APPEAL FROM THE UNITED STATES DISTRICT COURT FOR THE DISTRICT OF DELAWARE
Before: ALDISERT, GIBBONS and HIGGINBOTHAM, Circuit Judges
A. LEON HIGGINBOTHAM, JR., Circuit Judge.
In this case, Conoco Inc. appeals from the granting of summary judgment in favor of the Department of Energy (DOE) and the Department of Justice shielding certain documents from disclosure under two exemptions to the Freedom of Information Act (FOIA), 5 U.S.C. § 552 (1976). Conoco sought access to, and copies of twenty-seven documents possessed by DOE and seven documents from the Department of Justice.*fn1 The district court held that all twenty-seven documents possessed by DOE were exempt from disclosure under the FOIA and six of the seven docments held by the Department of Justice were exempt. We will affirm the grant of summary judgment insofar as it pertains to the twenty-seven DOE documents and to five of the six documents held by the Department of Justice. We will reverse and remand the question whether the Department of Justice's Document No. 1, Schedule II, a 19-page handwritten collection of notes which was undated, unaddressed, and contained no indication of its author's identity is entitled to exemption as attorney work-product.
During an internal investigation conducted by Conoco, information was uncovered which indicated that in 1973 and 1974 certain of its employees had been involved in a scheme to circumvent petroleum price controls established by the Cost of Living Council. Conoco reported this information to the Federal Energy Administration, the predecessor agency to DOE. An investigation was was undertaken by DOE and in July 1977, DOE referred the case to the Department of Justice for criminal prosecution.
On August 11, 1978, a federal grand jury returned indictments against Conoco and two of its corporate customers for making false record entries under 18 U.S.C.§ 1001 (1976) and for intentionally selling and buying oil at prices in excess of those promulgated by the Cost of Living Council. Conoco entered pleas of nolo contendere to one felony and one misdemeanor count. The company was fined $15,000 and agreed in a consent order to repay two million dollars in overcharges and to pay $985,000 in civil penalties.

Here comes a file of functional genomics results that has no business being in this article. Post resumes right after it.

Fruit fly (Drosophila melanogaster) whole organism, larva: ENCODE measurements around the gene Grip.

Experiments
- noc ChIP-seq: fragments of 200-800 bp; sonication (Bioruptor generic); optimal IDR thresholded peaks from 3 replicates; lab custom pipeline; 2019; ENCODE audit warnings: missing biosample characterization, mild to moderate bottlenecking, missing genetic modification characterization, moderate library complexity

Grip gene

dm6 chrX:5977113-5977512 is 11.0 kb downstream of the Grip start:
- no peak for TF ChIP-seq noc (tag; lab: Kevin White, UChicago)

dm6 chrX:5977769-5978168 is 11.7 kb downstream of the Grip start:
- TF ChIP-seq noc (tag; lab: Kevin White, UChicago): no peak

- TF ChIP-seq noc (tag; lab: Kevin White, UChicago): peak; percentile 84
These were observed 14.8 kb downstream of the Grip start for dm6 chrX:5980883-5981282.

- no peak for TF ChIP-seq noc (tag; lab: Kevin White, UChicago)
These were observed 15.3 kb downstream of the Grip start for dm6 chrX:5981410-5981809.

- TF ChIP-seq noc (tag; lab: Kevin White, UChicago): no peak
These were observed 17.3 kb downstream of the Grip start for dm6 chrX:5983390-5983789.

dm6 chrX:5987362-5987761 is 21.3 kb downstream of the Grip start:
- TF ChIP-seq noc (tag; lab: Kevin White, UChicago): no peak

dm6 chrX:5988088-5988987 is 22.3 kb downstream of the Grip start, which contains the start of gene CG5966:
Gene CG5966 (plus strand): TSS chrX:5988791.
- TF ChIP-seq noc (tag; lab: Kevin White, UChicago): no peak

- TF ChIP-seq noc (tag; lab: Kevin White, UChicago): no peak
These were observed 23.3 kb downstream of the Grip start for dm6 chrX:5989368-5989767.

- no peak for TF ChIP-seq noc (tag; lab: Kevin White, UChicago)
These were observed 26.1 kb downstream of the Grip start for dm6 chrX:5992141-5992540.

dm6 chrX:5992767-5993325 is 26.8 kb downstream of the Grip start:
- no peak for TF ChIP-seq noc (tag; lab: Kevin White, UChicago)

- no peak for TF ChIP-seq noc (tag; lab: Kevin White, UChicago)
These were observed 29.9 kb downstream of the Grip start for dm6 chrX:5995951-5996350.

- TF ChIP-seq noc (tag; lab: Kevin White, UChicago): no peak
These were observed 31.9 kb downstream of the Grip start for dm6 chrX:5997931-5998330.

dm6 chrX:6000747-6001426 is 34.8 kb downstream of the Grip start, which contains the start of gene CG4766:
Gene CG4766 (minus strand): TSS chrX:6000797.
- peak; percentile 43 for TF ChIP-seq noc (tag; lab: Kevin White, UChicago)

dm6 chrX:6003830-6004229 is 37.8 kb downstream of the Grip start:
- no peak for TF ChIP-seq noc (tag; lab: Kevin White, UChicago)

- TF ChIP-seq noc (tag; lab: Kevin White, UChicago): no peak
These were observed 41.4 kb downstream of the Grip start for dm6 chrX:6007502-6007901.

On March 23, 1979, Conoco filed a written request under the FOIA seeking access to, and copies of, all documents in DOE's possession that related to the investigation by DOE and the Department of Justice of Conoco's sales of refined petroleum products to two resellers.Conoco filed a similar request with the Department of Justice on July 31, 1980.
Conoco filed suit against DOE on October 22, 1980, seeking the documents which DOE classified as exempt in their revised index of documents of August 15, 1980. DOE further revised its index on January 15, 1981, but continued to claim an exemption for the twenty-seven documents which formed the basis of Conoco's cause of action in the court below.
Having received no response from the Department of Justice to its FOIA request, Conoco instituted suit against the Department of Justice on August 25, 1980. The Department of Justice identified thirteen documents as responsive to Conoco's FOIA request and released six of those documents. The district court consolidated Conoco's suits against the two governmental agencies and undertook a de novo review of DOE's and the Department of Justice's decisions to withhold the requested documents.